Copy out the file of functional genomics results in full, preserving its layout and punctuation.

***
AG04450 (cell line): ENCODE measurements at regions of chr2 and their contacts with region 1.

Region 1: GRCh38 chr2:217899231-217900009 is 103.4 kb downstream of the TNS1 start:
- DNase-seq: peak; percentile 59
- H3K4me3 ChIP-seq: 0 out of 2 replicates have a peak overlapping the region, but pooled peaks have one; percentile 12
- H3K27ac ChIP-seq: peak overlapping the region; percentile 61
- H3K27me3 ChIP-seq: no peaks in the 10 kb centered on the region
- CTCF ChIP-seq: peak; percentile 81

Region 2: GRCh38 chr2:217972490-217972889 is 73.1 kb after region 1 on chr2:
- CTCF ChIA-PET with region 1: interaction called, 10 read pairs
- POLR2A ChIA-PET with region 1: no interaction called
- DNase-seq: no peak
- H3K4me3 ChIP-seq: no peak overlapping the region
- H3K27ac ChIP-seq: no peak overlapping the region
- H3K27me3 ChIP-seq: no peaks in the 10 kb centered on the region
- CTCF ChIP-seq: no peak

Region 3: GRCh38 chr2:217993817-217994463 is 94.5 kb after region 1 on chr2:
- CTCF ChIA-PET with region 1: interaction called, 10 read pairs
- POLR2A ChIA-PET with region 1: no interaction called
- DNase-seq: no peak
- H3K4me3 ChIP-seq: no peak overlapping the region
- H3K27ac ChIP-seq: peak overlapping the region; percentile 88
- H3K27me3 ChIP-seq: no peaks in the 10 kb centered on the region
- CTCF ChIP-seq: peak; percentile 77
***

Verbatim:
AG04450 (cell line): ENCODE measurements at regions of chr2 and their contacts with region 1.

Region 1: GRCh38 chr2:217899231-217900009 is 103.4 kb downstream of the TNS1 start:
- DNase-seq: peak; percentile 59
- H3K4me3 ChIP-seq: 0 out of 2 replicates have a peak overlapping the region, but pooled peaks have one; percentile 12
- H3K27ac ChIP-seq: peak overlapping the region; percentile 61
- H3K27me3 ChIP-seq: no peaks in the 10 kb centered on the region
- CTCF ChIP-seq: peak; percentile 81

Region 2: GRCh38 chr2:217972490-217972889 is 73.1 kb after region 1 on chr2:
- CTCF ChIA-PET with region 1: interaction called, 10 read pairs
- POLR2A ChIA-PET with region 1: no interaction called
- DNase-seq: no peak
- H3K4me3 ChIP-seq: no peak overlapping the region
- H3K27ac ChIP-seq: no peak overlapping the region
- H3K27me3 ChIP-seq: no peaks in the 10 kb centered on the region
- CTCF ChIP-seq: no peak

Region 3: GRCh38 chr2:217993817-217994463 is 94.5 kb after region 1 on chr2:
- CTCF ChIA-PET with region 1: interaction called, 10 read pairs
- POLR2A ChIA-PET with region 1: no interaction called
- DNase-seq: no peak
- H3K4me3 ChIP-seq: no peak overlapping the region
- H3K27ac ChIP-seq: peak overlapping the region; percentile 88
- H3K27me3 ChIP-seq: no peaks in the 10 kb centered on the region
- CTCF ChIP-seq: peak; percentile 77